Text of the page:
US Treasuries likely to burn investors, warns Loomis Sayles

Portfolio manager Kenneth Buntrock believes credit is still the best place to be in US fixed income.

Bond house Loomis Sayles predicts the US Federal Reserve Bank will raise the fed funds rate in the third quarter of 2010, which should drive yields on the 10-year Treasury from the current 3.5% level to around 4.25% by the end of next year.

"That probably means the price of Treasuries will eat away at the coupon, which could result in a negative return," says Kenneth Buntrock, Boston-based vice-president. Other US market participants have stated similar concerns.

He expects trading in US Treasury bonds to remain within a range, despite fears of the economy tipping back into recession, because inflation remains virtually nil right now.

Loomis Sayles maintains only short-duration exposure to Treasuries -- its duration exposure is to corporate credit. If market expectations of a Fed interest-rate hike prompt a more immediate exit among investors and yields rise to 4.25% by June, Loomis Sayles would consider this a time to get into longer-dated bonds.

But Buntrock doubts there will be such a rise of interest rates in the first half. "Investors are scared of all the supply of G4 debt that is coming," he says, "But until consumer bank lending resumes, we're unlikely to see a meaningful rise in interest rates." [The G4 includes the US, UK, eurozone and Japan.]

US credit option-adjusted spreads are around 200 basis points above commensurate Treasuries right now. The 10-year mean for such an average is 174 basis points. So Buntrock reasons there is still some tightening to go, in both investment-grade and high-yield bonds.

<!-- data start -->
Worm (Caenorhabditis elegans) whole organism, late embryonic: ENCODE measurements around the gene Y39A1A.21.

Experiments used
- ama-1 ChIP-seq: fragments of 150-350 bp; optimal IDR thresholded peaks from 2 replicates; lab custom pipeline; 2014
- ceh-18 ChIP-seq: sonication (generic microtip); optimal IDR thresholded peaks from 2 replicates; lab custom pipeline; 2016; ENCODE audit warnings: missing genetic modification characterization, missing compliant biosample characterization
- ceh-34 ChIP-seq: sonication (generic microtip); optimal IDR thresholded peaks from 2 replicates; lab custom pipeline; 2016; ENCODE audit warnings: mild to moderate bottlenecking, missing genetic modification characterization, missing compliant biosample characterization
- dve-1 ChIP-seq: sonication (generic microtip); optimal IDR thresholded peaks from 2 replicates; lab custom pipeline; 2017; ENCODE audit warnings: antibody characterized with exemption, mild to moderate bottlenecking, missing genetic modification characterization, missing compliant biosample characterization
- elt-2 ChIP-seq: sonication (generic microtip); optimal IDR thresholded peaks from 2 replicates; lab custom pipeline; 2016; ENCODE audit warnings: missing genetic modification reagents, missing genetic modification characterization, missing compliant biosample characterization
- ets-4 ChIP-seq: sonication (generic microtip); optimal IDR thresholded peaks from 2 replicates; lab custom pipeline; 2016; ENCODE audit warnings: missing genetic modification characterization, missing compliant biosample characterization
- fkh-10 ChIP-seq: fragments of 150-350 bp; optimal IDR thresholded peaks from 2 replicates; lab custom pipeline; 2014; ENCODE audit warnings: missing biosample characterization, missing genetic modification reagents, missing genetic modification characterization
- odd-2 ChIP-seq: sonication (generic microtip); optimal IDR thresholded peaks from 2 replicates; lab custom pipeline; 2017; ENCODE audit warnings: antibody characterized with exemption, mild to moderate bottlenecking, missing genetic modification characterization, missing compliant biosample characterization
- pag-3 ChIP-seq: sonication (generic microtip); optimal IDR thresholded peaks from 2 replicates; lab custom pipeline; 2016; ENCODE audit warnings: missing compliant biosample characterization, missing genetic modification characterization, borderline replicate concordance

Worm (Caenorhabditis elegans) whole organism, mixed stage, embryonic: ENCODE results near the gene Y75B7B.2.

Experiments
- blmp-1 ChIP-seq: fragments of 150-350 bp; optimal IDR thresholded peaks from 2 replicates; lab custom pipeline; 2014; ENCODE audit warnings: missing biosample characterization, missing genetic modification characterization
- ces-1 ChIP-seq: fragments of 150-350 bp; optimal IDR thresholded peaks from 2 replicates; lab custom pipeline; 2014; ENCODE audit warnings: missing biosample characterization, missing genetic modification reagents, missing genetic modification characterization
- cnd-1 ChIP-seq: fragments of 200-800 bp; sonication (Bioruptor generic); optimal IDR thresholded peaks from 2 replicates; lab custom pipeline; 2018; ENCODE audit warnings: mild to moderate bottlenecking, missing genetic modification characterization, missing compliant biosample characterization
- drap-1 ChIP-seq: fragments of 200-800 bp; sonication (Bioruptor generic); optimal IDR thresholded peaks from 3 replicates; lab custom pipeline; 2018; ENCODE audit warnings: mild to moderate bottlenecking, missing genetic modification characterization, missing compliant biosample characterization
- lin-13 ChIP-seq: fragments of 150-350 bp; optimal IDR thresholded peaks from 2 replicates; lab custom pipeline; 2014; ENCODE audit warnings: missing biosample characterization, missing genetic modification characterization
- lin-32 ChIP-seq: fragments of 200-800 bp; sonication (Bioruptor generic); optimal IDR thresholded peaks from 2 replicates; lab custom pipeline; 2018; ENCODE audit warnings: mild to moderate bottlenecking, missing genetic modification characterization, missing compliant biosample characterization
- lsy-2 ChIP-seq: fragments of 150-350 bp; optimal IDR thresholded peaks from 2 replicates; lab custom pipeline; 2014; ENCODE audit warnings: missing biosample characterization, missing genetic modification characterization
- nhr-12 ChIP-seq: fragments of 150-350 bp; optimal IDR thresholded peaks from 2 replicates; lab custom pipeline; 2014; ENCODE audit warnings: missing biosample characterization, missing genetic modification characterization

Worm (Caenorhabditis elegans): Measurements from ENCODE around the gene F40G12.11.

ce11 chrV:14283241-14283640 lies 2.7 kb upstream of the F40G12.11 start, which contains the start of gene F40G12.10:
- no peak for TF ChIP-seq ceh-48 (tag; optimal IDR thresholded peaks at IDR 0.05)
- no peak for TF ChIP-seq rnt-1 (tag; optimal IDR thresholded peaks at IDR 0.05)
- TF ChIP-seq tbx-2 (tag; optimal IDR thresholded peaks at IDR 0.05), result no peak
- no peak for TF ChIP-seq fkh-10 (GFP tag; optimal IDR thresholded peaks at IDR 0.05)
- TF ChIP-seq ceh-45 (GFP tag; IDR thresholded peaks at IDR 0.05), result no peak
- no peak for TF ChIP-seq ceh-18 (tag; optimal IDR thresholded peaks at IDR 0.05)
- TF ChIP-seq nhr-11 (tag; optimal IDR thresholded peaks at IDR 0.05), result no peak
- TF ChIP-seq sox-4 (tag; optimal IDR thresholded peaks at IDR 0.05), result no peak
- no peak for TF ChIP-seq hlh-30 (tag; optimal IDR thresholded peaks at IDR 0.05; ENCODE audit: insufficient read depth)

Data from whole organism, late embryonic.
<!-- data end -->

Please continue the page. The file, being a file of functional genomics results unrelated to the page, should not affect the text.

In terms of yield, a blended average of US corporate credit is more attractive for investors than Treasuries. Investors want yield, so will favour credit markets, Buntrock adds. Meanwhile, corporate balance sheets are generally in strong shape.

He cites China as a possible risk. "China has done the world a service with its stimulus measures," he says. "If that were to falter, it would affect other economies."

Another risk of being overweight credit versus Treasuries is if developed markets raise interest rates sooner than investors expect. Central banks in the G4 have, however, attempted to convey their determination not to do so.

Further down the road, Buntrock says the US will eventually import inflation from China. China's fixed-currency regime means it has adopted US monetary policy, which is so loose that it will spur inflation. In the US, balance sheets are so tattered that inflation will take time to gain traction, but it will happen more quickly in China. That will lead to price rises that feed into the US via trade.

Down the road this could force the US to become more hawkish in its monetary policy -- but that is a concern for another day. For now, at all levels along the yield curve, investment-grade credit yields are more attractive than Treasuries, from a 224bp pickup on the two-year to 189bp over the 10-year. That's where Loomis Sayles intends to make its bets as 2010 progresses.

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